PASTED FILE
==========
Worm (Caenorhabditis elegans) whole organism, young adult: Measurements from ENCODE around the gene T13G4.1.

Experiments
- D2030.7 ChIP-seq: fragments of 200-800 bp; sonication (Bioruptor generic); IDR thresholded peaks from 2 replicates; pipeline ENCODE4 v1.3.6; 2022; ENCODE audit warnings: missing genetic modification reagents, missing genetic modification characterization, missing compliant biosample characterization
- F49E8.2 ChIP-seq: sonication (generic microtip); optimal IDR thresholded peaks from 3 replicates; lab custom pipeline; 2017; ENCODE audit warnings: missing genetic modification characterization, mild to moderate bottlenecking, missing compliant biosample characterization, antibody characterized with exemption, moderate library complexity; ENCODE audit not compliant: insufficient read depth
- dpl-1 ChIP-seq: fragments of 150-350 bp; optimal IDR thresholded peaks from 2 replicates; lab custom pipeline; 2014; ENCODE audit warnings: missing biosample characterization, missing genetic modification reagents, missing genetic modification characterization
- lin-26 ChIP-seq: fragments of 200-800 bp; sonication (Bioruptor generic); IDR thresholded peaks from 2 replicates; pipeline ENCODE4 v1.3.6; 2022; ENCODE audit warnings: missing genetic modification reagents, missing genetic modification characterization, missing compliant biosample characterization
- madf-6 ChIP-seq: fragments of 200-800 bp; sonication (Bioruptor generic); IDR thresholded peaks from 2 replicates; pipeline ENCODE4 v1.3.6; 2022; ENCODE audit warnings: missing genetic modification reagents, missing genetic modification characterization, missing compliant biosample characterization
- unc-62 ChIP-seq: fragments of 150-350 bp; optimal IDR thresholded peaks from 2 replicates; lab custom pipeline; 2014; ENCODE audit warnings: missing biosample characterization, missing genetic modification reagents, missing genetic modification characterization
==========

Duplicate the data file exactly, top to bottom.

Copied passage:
Worm (Caenorhabditis elegans) whole organism, young adult: Measurements from ENCODE around the gene T13G4.1.

Experiments
- D2030.7 ChIP-seq: fragments of 200-800 bp; sonication (Bioruptor generic); IDR thresholded peaks from 2 replicates; pipeline ENCODE4 v1.3.6; 2022; ENCODE audit warnings: missing genetic modification reagents, missing genetic modification characterization, missing compliant biosample characterization
- F49E8.2 ChIP-seq: sonication (generic microtip); optimal IDR thresholded peaks from 3 replicates; lab custom pipeline; 2017; ENCODE audit warnings: missing genetic modification characterization, mild to moderate bottlenecking, missing compliant biosample characterization, antibody characterized with exemption, moderate library complexity; ENCODE audit not compliant: insufficient read depth
- dpl-1 ChIP-seq: fragments of 150-350 bp; optimal IDR thresholded peaks from 2 replicates; lab custom pipeline; 2014; ENCODE audit warnings: missing biosample characterization, missing genetic modification reagents, missing genetic modification characterization
- lin-26 ChIP-seq: fragments of 200-800 bp; sonication (Bioruptor generic); IDR thresholded peaks from 2 replicates; pipeline ENCODE4 v1.3.6; 2022; ENCODE audit warnings: missing genetic modification reagents, missing genetic modification characterization, missing compliant biosample characterization
- madf-6 ChIP-seq: fragments of 200-800 bp; sonication (Bioruptor generic); IDR thresholded peaks from 2 replicates; pipeline ENCODE4 v1.3.6; 2022; ENCODE audit warnings: missing genetic modification reagents, missing genetic modification characterization, missing compliant biosample characterization
- unc-62 ChIP-seq: fragments of 150-350 bp; optimal IDR thresholded peaks from 2 replicates; lab custom pipeline; 2014; ENCODE audit warnings: missing biosample characterization, missing genetic modification reagents, missing genetic modification characterization